• continued suggestions for social activity after it has been made clear that such suggestions are unwelcome;
  • sending or displaying material that is pornographic or that some people may find offensive (including e-mails, text messages, video clips and images sent by mobile phone or posted on the internet);
  • offensive or intimidating comments or gestures, or insensitive jokes or pranks;
  • mocking, mimicking or belittling a person’s disability;
  • racist, sexist, homophobic or ageist jokes, or derogatory or stereotypical remarks about a particular ethnic or religious group or gender;
  • outing or threatening to out someone as gay or lesbian; or
  • ignoring or shunning someone, for example, by deliberately excluding them from a conversation or a workplace social activity.

A person may be harassed even if they were not the intended “target”. For example, a person may be harassed by racist jokes about a different ethnic group if they create an offensive environment for them.


Bullying is offensive, intimidating, malicious or insulting behaviour involving the misuse of power that can make a person feel vulnerable, upset, humiliated, undermined or threatened. Power does not always mean being in a position of authority, but can include both personal strength and the power to coerce through fear or intimidation.

Bullying can take the form of physical, verbal and non-verbal conduct. Bullying may include, by way of example:

  • shouting at, being sarcastic towards, ridiculing or demeaning others;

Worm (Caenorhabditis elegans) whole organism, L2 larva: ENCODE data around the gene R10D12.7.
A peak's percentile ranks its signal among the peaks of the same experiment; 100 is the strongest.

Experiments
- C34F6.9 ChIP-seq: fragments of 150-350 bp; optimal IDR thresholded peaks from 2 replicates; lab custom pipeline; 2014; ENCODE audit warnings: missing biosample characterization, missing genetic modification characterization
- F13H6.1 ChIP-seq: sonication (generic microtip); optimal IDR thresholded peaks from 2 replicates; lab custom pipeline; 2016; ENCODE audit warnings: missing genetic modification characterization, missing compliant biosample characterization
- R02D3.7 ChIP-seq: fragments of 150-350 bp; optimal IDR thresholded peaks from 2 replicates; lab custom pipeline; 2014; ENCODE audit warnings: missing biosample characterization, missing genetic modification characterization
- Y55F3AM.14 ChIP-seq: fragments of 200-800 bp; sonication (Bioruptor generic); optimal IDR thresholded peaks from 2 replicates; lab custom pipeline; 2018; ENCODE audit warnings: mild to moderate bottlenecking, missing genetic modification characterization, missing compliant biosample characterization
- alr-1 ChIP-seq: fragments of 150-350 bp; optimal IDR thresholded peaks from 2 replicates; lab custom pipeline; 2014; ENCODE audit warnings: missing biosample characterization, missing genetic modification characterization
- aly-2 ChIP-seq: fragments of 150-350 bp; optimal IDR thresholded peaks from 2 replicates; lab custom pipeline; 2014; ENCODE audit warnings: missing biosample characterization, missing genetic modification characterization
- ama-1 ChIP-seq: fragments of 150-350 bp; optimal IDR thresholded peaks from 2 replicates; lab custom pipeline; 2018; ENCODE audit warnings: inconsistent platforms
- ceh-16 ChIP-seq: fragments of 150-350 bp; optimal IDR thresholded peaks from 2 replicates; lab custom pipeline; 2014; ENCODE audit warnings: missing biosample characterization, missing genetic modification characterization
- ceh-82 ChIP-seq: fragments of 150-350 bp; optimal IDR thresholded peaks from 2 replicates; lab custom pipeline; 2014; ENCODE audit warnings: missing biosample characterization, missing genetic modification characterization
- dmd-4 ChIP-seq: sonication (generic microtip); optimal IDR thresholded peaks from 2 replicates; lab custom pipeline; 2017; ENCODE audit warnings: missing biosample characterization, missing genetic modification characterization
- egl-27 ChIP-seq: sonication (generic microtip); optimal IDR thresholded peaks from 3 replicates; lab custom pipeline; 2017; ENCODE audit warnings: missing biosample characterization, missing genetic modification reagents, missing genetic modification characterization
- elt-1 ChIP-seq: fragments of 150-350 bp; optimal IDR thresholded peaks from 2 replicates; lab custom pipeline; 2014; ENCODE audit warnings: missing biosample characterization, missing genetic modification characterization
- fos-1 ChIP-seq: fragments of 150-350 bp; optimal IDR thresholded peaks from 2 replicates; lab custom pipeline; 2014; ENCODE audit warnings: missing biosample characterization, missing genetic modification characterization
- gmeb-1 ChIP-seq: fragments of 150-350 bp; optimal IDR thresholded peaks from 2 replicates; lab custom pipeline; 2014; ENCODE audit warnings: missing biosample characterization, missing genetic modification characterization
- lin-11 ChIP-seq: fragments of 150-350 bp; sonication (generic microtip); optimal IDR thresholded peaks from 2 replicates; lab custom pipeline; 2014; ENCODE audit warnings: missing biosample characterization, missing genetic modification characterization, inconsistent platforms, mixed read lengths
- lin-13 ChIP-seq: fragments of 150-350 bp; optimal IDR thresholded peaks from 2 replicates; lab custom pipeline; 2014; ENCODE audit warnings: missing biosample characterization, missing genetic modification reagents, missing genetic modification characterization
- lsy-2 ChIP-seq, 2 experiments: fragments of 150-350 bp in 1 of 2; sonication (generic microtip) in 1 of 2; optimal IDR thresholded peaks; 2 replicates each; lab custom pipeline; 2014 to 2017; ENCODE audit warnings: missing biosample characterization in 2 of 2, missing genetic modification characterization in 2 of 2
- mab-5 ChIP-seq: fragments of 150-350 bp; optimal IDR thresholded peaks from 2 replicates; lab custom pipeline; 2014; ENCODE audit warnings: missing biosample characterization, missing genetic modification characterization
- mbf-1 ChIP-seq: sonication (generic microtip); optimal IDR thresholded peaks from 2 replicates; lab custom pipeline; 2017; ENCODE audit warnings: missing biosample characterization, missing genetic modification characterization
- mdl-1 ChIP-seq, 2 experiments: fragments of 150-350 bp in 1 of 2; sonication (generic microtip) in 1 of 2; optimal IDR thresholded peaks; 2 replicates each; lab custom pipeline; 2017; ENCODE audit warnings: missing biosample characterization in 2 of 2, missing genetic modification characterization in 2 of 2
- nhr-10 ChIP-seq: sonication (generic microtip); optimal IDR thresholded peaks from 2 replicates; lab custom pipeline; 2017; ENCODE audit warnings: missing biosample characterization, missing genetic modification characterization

• physical or psychological threats;
  • overbearing and intimidating levels of supervision;
  • inappropriate and/or derogatory remarks about someone’s performance;
  • abuse of authority or power by those in positions of seniority; or
  • deliberately excluding someone from meetings or communications without good reason.

Legitimate, reasonable and constructive criticism of a worker’s performance or behaviour, or reasonable instructions given to workers in the course of their employment, will not amount to bullying on their own.

Staff should disclose any instances of harassment or bullying of which they become aware to the Director of Production.


If you are being bullied or harassed, you should initially consider raising the problem informally with the person responsible, if you feel able. You should explain clearly to them that their behaviour is not welcome or makes you uncomfortable. If this is too difficult or embarrassing, you should speak to the Director of Production, who can provide confidential advice and assistance in resolving the issue formally or informally.

If you are not certain whether an incident or series of incidents amount to bullying or harassment, you should initially contact the Director of Production informally for confidential advice.

If informal steps have not been successful or are not possible or appropriate, you should follow the formal procedure set out below.


If you wish to make a formal complaint about bullying or harassment, you should do so under the Company’s Grievance Procedure.